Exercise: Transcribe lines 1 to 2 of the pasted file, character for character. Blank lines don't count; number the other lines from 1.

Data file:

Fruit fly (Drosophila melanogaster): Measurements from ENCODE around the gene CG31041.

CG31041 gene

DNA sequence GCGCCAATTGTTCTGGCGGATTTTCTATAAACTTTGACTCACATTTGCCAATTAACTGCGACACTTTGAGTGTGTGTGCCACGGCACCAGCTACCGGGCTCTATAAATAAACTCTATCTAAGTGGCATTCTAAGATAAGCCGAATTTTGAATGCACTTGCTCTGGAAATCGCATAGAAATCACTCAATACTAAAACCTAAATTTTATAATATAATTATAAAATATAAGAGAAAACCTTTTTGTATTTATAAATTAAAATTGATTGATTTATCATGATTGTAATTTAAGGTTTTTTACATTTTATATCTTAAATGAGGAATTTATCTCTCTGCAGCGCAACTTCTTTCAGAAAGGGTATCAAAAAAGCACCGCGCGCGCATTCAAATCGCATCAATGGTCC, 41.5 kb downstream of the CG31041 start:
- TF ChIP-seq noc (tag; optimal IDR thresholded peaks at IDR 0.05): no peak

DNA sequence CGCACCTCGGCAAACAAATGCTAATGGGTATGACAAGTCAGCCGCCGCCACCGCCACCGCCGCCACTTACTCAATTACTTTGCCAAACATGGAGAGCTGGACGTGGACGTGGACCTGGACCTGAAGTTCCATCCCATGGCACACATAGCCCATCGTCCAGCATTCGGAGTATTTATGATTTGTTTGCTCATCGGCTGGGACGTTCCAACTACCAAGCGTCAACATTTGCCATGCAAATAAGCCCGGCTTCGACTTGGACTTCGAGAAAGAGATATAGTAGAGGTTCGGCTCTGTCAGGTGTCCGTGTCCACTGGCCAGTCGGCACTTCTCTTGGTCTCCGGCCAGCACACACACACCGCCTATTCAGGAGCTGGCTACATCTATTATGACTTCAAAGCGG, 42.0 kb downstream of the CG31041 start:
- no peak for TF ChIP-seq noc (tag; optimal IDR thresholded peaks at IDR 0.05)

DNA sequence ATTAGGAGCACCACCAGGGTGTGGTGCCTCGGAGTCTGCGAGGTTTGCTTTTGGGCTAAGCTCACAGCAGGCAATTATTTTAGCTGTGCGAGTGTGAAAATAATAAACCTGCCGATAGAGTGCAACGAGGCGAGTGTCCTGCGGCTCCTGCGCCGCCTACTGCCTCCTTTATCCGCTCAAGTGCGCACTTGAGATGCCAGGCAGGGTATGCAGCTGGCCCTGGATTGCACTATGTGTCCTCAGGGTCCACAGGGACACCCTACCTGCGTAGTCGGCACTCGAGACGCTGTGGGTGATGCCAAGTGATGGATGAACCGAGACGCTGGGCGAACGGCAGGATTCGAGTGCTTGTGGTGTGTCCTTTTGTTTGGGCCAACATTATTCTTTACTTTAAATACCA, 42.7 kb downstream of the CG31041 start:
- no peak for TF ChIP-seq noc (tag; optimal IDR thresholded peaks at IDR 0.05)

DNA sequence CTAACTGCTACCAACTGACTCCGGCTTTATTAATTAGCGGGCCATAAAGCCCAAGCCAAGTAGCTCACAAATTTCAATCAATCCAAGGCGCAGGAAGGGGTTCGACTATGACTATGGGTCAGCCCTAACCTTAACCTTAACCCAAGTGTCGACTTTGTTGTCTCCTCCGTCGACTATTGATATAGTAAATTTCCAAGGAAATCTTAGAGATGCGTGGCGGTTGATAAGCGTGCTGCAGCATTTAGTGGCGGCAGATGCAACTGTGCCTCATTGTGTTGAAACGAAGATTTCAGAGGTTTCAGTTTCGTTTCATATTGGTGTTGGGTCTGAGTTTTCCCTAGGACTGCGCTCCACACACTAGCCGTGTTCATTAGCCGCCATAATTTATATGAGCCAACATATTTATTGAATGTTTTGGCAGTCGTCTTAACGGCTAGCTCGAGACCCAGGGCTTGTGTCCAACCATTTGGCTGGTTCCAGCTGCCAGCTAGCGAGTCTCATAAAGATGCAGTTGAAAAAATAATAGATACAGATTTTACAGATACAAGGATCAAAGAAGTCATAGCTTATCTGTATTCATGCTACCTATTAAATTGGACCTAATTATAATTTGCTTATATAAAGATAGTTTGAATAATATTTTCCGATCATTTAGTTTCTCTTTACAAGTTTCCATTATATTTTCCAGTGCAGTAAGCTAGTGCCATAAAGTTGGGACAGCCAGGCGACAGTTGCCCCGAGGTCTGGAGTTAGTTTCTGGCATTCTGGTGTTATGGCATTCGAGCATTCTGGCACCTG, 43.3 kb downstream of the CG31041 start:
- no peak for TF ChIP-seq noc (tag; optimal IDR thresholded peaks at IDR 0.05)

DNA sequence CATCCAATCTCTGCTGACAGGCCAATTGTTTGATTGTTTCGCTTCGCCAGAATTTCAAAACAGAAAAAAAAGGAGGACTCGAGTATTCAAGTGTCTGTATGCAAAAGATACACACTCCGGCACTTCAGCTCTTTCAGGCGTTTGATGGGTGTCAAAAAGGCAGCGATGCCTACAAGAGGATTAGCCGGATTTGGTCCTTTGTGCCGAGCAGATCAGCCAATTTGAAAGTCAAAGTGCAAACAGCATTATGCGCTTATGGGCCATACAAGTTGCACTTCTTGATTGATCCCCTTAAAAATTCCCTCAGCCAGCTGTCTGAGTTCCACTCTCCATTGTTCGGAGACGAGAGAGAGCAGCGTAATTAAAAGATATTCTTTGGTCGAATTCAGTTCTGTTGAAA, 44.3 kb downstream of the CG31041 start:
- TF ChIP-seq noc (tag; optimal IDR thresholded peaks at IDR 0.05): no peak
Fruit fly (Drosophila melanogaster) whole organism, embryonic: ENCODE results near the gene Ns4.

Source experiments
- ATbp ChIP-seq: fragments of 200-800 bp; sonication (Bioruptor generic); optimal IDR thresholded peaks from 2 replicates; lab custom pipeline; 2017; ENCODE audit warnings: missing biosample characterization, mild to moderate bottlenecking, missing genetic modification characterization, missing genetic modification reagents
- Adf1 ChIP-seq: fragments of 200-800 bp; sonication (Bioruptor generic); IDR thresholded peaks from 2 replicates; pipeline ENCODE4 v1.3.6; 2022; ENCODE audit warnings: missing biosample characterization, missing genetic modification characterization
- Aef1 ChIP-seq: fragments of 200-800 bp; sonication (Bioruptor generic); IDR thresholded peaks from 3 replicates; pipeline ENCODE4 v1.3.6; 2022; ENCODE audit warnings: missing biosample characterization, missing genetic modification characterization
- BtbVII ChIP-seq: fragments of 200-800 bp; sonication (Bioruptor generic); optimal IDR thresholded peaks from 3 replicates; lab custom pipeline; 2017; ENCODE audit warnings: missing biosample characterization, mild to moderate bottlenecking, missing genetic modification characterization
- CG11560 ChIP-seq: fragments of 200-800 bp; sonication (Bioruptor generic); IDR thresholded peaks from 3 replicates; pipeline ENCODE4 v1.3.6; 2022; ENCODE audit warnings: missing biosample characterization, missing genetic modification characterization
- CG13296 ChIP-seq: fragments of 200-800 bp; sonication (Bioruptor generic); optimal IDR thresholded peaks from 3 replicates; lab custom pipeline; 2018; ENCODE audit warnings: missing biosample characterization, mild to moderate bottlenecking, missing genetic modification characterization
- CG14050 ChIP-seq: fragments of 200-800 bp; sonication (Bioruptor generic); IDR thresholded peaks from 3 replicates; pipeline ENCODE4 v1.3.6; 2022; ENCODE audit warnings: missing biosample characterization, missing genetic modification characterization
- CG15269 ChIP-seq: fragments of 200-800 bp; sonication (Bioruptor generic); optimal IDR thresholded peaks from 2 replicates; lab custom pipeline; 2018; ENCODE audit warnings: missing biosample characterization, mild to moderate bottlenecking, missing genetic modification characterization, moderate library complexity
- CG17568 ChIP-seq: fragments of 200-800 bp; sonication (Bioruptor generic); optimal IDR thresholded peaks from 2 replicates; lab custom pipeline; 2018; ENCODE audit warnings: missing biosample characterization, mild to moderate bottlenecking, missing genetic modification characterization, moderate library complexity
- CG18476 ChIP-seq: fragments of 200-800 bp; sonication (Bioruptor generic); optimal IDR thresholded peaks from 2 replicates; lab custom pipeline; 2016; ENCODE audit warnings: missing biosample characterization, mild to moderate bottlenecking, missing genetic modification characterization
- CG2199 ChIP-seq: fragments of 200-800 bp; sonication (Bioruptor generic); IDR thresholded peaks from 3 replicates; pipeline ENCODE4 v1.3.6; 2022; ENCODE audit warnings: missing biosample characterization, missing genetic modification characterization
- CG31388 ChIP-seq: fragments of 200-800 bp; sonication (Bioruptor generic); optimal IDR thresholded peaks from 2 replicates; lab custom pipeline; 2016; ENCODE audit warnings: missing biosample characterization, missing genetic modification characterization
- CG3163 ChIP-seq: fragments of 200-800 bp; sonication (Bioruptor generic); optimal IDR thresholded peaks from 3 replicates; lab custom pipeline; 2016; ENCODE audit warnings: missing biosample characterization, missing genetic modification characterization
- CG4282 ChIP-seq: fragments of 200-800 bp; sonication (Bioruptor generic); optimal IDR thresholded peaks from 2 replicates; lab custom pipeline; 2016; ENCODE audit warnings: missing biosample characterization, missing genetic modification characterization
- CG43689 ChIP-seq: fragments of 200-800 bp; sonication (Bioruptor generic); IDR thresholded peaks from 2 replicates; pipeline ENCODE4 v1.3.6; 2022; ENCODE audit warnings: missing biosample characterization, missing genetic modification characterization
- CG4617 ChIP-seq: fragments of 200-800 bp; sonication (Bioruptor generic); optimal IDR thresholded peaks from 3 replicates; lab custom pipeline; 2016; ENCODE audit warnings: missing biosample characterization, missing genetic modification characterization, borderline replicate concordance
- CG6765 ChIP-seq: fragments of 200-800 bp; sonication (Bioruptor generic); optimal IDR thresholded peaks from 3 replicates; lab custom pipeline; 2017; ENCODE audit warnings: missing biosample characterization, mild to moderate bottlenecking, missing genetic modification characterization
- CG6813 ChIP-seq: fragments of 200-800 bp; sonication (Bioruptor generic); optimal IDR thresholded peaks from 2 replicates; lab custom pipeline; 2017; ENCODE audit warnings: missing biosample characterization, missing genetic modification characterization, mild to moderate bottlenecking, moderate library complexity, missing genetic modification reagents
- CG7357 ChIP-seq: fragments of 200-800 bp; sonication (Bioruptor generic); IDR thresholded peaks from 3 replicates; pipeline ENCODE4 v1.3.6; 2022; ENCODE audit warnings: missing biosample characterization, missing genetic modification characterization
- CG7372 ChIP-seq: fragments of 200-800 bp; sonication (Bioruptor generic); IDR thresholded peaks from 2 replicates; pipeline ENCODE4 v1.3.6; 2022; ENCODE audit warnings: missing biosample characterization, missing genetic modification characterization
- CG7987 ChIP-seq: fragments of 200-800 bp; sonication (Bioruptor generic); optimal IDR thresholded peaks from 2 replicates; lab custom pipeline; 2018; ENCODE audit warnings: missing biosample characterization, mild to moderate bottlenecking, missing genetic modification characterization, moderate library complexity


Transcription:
Fruit fly (Drosophila melanogaster): Measurements from ENCODE around the gene CG31041.

CG31041 gene